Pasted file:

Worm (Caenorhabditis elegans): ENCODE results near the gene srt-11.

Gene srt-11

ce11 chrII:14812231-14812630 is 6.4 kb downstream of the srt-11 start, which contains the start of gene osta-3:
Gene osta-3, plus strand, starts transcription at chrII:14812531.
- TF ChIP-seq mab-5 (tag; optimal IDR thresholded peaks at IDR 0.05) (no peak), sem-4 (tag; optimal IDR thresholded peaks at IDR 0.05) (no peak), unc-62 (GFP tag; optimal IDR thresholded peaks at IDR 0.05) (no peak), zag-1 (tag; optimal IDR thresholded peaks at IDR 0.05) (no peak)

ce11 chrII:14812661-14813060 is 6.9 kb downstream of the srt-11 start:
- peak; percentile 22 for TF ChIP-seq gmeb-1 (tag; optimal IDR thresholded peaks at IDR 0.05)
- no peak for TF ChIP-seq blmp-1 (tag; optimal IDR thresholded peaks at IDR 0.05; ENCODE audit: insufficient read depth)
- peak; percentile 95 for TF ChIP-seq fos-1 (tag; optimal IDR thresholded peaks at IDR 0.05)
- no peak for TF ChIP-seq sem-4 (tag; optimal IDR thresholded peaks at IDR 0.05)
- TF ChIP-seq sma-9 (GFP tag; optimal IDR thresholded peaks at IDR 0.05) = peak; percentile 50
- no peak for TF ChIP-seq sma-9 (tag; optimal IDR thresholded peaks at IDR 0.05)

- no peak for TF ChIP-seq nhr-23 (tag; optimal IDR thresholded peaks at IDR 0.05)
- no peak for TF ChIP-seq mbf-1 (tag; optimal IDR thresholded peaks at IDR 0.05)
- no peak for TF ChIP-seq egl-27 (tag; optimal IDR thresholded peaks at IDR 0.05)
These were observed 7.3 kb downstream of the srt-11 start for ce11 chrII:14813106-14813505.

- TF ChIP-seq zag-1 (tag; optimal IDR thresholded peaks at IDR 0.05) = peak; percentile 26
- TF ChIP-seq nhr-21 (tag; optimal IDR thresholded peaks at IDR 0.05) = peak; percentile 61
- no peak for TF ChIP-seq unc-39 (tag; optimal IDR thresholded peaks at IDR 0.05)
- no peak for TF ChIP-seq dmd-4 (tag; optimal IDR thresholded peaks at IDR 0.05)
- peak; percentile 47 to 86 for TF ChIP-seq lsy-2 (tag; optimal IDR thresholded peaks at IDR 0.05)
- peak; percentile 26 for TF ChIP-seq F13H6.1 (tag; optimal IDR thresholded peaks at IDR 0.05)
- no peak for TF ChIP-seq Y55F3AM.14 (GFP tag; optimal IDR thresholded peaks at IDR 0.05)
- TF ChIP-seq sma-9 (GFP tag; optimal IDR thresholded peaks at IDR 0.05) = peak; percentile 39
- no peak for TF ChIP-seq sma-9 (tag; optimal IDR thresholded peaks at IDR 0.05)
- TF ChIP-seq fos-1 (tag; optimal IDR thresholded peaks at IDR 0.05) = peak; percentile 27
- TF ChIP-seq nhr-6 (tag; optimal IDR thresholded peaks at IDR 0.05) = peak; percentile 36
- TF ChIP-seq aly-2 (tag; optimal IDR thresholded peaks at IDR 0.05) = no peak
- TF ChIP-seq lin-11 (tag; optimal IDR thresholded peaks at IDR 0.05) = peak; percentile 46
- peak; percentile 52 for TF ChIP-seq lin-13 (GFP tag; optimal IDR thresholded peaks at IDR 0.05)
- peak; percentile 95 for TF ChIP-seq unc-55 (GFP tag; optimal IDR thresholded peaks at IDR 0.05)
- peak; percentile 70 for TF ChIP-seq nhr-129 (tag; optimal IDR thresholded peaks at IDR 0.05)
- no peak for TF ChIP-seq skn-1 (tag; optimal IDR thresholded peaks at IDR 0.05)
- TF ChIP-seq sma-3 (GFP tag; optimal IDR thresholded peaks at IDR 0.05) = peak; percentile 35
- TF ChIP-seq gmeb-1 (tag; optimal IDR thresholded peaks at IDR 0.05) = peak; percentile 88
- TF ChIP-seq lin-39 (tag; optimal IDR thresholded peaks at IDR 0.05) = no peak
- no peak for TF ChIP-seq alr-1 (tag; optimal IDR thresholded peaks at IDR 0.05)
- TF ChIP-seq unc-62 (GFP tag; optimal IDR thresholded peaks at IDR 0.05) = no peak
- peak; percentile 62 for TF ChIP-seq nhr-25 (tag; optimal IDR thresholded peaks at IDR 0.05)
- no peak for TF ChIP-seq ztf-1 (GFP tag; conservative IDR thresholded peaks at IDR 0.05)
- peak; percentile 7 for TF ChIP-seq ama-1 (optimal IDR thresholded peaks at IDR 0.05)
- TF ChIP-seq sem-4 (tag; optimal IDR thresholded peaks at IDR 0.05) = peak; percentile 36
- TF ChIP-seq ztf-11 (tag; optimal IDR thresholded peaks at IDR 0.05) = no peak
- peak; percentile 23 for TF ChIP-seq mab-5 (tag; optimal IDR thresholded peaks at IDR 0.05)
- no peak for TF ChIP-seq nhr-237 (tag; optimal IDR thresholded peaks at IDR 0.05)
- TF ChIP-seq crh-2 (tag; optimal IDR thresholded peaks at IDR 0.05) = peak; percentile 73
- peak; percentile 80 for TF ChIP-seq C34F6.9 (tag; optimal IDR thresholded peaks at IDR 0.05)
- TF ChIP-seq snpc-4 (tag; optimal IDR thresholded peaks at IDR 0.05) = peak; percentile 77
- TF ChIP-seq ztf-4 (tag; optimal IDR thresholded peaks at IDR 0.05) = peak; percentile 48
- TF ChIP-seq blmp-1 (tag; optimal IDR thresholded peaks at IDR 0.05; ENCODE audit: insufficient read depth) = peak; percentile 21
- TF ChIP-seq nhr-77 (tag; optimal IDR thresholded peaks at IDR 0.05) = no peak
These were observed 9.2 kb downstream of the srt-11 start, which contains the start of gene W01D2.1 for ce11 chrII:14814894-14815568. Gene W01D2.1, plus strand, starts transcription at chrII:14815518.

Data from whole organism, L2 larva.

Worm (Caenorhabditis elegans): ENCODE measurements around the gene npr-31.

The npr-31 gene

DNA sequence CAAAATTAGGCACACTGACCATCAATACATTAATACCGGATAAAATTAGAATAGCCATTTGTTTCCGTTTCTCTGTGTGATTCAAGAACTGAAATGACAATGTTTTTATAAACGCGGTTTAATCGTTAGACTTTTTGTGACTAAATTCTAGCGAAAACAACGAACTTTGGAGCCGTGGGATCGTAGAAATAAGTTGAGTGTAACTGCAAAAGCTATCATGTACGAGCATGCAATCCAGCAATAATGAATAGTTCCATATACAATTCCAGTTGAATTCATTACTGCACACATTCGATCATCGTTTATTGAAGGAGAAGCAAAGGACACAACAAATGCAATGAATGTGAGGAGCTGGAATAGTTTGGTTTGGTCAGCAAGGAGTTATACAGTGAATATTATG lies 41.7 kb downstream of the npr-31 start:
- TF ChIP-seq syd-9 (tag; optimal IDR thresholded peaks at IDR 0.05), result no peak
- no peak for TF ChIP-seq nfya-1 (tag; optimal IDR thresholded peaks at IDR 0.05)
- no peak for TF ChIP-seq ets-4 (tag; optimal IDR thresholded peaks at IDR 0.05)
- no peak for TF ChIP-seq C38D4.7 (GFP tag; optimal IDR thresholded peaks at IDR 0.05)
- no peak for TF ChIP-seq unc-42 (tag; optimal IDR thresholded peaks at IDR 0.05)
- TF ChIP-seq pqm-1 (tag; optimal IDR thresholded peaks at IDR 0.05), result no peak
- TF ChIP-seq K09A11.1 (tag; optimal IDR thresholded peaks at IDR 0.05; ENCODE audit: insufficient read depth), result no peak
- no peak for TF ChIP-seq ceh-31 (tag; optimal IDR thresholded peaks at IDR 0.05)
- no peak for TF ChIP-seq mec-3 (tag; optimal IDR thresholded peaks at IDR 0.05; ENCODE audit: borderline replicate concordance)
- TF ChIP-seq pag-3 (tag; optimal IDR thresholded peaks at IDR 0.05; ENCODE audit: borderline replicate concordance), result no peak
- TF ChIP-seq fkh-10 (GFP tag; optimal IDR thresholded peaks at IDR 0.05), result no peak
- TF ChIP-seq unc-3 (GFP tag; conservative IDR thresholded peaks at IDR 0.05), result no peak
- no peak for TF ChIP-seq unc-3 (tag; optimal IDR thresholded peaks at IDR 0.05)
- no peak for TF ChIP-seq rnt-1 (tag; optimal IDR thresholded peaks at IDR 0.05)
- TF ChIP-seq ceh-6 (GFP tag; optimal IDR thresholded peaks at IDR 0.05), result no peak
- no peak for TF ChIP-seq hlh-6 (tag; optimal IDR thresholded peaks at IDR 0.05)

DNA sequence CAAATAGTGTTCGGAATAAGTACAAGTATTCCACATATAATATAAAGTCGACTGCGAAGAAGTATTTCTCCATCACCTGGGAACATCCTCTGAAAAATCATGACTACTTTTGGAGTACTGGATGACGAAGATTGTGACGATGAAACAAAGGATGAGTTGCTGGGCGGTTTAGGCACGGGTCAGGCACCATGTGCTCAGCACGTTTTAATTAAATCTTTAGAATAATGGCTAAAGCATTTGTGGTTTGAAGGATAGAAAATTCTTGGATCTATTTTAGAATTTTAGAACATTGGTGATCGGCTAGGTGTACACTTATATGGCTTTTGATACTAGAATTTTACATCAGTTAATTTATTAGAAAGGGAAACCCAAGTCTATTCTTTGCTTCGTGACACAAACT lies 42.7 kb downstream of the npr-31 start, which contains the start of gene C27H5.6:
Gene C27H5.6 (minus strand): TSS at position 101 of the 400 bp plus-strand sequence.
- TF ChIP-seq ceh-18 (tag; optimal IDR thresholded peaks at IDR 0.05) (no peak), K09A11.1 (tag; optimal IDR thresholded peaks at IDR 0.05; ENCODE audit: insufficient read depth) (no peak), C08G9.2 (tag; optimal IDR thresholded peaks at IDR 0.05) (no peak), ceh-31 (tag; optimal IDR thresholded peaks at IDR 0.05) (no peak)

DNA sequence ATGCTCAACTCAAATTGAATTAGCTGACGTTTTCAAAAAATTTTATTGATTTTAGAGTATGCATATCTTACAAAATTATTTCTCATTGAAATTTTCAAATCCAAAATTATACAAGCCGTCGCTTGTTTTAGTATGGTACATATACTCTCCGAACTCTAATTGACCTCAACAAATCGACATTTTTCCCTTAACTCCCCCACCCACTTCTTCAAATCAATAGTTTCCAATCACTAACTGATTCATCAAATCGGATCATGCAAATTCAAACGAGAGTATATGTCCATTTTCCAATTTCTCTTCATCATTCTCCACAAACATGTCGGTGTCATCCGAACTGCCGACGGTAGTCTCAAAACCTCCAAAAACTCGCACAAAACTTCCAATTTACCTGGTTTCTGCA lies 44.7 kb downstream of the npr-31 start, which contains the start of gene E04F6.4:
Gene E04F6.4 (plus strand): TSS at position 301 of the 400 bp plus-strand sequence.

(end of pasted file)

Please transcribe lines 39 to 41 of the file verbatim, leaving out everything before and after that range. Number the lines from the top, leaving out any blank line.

- peak; percentile 62 for TF ChIP-seq nhr-25 (tag; optimal IDR thresholded peaks at IDR 0.05)
- no peak for TF ChIP-seq ztf-1 (GFP tag; conservative IDR thresholded peaks at IDR 0.05)
- peak; percentile 7 for TF ChIP-seq ama-1 (optimal IDR thresholded peaks at IDR 0.05)